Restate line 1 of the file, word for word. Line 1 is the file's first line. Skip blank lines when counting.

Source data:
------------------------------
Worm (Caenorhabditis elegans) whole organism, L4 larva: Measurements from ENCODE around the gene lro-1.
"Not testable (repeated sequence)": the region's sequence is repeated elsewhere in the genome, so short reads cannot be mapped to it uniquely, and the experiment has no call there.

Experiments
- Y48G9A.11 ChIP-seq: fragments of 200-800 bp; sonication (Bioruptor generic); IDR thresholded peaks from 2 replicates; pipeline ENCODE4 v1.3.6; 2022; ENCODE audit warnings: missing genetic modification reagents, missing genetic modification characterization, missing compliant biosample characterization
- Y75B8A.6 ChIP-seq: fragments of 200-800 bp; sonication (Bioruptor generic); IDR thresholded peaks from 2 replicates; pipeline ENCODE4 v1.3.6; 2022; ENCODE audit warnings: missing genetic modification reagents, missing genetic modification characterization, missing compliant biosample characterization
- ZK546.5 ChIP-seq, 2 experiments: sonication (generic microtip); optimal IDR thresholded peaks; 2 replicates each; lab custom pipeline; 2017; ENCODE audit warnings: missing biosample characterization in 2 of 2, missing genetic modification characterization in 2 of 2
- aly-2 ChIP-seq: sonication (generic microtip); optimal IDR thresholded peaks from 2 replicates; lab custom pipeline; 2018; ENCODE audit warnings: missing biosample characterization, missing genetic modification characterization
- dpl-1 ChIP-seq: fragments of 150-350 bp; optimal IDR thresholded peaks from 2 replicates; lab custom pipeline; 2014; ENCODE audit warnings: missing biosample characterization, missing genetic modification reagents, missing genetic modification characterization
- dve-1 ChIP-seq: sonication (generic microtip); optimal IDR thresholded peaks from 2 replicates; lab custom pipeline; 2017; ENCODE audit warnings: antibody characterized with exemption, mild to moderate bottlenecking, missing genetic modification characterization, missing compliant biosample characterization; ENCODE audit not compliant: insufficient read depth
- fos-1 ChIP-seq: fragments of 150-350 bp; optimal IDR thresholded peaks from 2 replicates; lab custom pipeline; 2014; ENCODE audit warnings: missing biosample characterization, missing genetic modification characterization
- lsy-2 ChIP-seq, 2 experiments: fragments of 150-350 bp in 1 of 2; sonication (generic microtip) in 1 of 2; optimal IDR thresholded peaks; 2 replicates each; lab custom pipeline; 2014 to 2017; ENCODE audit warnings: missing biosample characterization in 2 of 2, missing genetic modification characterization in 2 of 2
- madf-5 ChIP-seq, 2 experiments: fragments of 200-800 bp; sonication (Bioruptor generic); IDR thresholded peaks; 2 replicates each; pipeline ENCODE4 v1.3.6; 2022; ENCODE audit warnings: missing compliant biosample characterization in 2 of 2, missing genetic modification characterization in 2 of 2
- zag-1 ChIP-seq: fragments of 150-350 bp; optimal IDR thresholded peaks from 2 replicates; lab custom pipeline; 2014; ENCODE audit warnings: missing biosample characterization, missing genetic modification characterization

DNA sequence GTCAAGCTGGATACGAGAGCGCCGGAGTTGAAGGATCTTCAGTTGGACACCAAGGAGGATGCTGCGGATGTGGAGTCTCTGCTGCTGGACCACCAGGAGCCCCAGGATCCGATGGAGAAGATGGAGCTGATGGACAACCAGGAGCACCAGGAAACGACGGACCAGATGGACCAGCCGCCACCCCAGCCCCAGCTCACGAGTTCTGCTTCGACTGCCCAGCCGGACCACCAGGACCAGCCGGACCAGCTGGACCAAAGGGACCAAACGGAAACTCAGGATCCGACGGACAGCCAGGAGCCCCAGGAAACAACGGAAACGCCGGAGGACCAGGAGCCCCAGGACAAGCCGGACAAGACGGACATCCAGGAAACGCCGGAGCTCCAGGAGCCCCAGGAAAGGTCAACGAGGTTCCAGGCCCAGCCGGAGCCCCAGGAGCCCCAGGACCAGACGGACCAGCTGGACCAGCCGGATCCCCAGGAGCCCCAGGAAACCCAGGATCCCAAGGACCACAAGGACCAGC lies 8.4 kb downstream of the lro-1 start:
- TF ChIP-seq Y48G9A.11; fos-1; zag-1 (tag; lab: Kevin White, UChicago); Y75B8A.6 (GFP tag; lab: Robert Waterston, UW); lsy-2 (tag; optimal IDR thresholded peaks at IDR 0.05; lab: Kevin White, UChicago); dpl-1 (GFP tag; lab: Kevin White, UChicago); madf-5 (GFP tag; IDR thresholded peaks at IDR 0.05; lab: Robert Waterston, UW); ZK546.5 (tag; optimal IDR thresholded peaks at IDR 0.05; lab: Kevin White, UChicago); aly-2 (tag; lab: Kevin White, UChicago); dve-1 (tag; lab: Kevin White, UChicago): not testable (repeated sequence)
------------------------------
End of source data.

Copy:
Worm (Caenorhabditis elegans) whole organism, L4 larva: Measurements from ENCODE around the gene lro-1.